Unfortunately, we had a typical mid-term election
This article originally appeared in this issue of the WSR: 2018-11-07

By Jim Sedlak

It’s the day after Election Day and political pundits are going to spin the results of this election every which way but loose. There is going to be detailed analysis of what went right and what went wrong. But, the fact is, this was a very normal outcome for a mid-term election and, if anything, the numbers actually aren’t as bad as they could be.

Let’s start with a fact that can be backed-up with a year-by-year table. The party of the incumbent president tends to lose ground during midterm elections: Over the past 21 mid-term elections, the incumbent president's party has lost an average of 30 seats in the House, and an average of four seats in the Senate; moreover, in only two of those years has the president's party gained seats in both houses (once by Franklin D. Roosevelt in 1934, and then by George W. Bush in 2002).

In his first mid-term (2010), Barack Obama lost 63 seats in the House and six in the Senate. Similarly, Bill Clinton lost 54 seats in the House and nine seats in the Senate in 1994. Both presidents continued to fight for their agenda and won second terms in office.

Many conservatives, especially those in the pro-life movement, like to draw comparisons with Ronald Reagan. During his first mid-term election, Reagan lost 26 seats in the House and zero in the Senate. He was left with 54 Republicans in the Senate and just 166 in the House.

Today, President Trump is facing a new Congress in January in which he will have at least 51 Republicans in the Senate (four races still undetermined) and at least 193 in the House (23 races still undetermined as I write this). Not what we wished for, but certainly not a catastrophe.

If we have to name a loser in this election, it has to be Planned Parenthood. Although it picked up enough support in the House to keep a lot of its funding (we will address that in another article in this Wednesday STOPP Report), it was not able to win the Senate. Planned Parenthood poured money and manpower into Senate races in Florida, Texas, Arizona, Indiana, North Dakota, and Missouri and lost them all. It no longer has fake Catholics—Missouri’s Claire McCaskill, Indiana’s Joe Donnelly, and North Dakota’s Heidi Heitkamp—to carry its agenda. Despite the spin it will try to sell, it really wasn’t a good night for Planned Parenthood.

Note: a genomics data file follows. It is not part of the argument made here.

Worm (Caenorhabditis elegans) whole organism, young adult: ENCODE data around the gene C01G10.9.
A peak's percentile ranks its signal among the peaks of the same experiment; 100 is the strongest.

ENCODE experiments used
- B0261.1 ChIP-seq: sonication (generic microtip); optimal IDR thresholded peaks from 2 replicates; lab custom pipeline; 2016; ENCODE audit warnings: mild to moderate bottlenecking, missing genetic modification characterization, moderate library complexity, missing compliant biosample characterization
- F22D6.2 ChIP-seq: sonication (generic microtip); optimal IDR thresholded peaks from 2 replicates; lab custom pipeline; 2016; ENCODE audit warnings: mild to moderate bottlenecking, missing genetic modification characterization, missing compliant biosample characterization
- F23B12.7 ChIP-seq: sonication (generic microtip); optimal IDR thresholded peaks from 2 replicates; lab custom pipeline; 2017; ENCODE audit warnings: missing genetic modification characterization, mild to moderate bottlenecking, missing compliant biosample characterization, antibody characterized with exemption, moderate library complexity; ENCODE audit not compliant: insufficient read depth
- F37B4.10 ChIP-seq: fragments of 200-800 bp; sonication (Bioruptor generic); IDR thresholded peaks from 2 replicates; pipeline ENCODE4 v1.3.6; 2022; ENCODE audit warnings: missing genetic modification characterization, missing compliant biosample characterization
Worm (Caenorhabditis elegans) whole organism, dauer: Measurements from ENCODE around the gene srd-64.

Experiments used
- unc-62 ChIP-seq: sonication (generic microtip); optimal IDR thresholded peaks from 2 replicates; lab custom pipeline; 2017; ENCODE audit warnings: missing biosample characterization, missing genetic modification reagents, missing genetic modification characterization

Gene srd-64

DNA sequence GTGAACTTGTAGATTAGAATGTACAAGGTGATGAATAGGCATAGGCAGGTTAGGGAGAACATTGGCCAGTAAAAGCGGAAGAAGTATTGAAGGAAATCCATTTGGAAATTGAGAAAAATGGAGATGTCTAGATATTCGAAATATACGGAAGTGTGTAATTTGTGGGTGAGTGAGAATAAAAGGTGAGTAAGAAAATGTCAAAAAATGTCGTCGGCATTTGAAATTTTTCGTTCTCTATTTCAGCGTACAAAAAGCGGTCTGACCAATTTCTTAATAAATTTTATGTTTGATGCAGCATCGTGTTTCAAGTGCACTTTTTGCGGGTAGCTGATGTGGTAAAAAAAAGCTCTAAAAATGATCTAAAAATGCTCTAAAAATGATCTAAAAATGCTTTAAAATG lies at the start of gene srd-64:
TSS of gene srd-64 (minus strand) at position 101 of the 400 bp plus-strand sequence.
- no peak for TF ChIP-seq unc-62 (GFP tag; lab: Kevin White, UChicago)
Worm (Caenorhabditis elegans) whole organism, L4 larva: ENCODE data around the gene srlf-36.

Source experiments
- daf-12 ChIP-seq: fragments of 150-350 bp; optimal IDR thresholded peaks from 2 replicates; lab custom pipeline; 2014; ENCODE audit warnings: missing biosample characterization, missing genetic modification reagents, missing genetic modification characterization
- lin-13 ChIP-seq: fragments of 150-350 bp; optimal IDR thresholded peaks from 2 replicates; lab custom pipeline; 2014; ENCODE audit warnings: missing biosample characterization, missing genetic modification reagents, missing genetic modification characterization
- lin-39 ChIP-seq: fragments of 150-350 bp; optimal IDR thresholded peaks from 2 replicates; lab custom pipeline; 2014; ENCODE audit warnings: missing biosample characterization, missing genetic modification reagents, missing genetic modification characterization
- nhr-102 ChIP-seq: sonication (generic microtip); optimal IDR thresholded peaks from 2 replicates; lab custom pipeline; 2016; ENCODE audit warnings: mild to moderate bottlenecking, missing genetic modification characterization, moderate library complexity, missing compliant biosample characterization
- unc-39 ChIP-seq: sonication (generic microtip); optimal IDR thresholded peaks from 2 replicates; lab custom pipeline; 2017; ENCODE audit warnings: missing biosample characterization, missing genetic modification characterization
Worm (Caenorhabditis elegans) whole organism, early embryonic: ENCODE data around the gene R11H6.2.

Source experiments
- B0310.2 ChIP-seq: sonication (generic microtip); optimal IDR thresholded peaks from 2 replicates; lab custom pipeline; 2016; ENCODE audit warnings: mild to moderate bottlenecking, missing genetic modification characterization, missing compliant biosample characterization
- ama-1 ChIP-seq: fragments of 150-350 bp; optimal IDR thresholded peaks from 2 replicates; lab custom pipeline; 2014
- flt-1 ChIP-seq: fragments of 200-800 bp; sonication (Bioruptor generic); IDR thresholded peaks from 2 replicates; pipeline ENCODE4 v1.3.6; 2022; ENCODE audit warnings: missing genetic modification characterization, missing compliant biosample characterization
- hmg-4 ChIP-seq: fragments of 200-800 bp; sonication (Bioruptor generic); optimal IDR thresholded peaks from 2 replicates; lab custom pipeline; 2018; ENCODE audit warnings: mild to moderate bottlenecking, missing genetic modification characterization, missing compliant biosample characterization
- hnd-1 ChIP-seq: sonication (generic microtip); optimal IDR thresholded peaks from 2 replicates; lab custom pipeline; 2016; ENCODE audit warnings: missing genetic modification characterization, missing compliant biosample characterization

As has become more and more clear over the last decade, Planned Parenthood relies on courts and friendly judges to push its agenda. It especially needs federal judges who will support that agenda. With Republican control of the Senate, President Trump has, in the last two years, been able to get two Supreme Court justices approved over Planned Parenthood’s cries of outrage.

In addition to the Supreme Court justices, as of November 4, 2018, the United States Senate has confirmed another 82 judges nominated by President Trump, including 29 judges for the United States Courts of Appeals and 53 judges for the United States District Courts. The Republican-controlled Senate can take immediate action on seven nominations for the Courts of Appeals, and 48 for the District Courts. It is expected over the next two years, that Trump will be able to fill about a dozen vacancies on the US Courts of Appeals, and over 120 vacancies on the US District Courts. All of this will be very bad for Planned Parenthood’s ability to find biased judges to push its agenda (as it frequently does in California and elsewhere).

The elections are over. The results are in. Now is the time to move forward with all of our peaceful, prayerful efforts to save the lives of preborn human beings and the souls of our teenagers.

Jim Sedlak is executive director of American Life League, founder of STOPP International, and host of a weekly talk-show on the Radio Maria Network. He has been successfully fighting Planned Parenthood since 1985.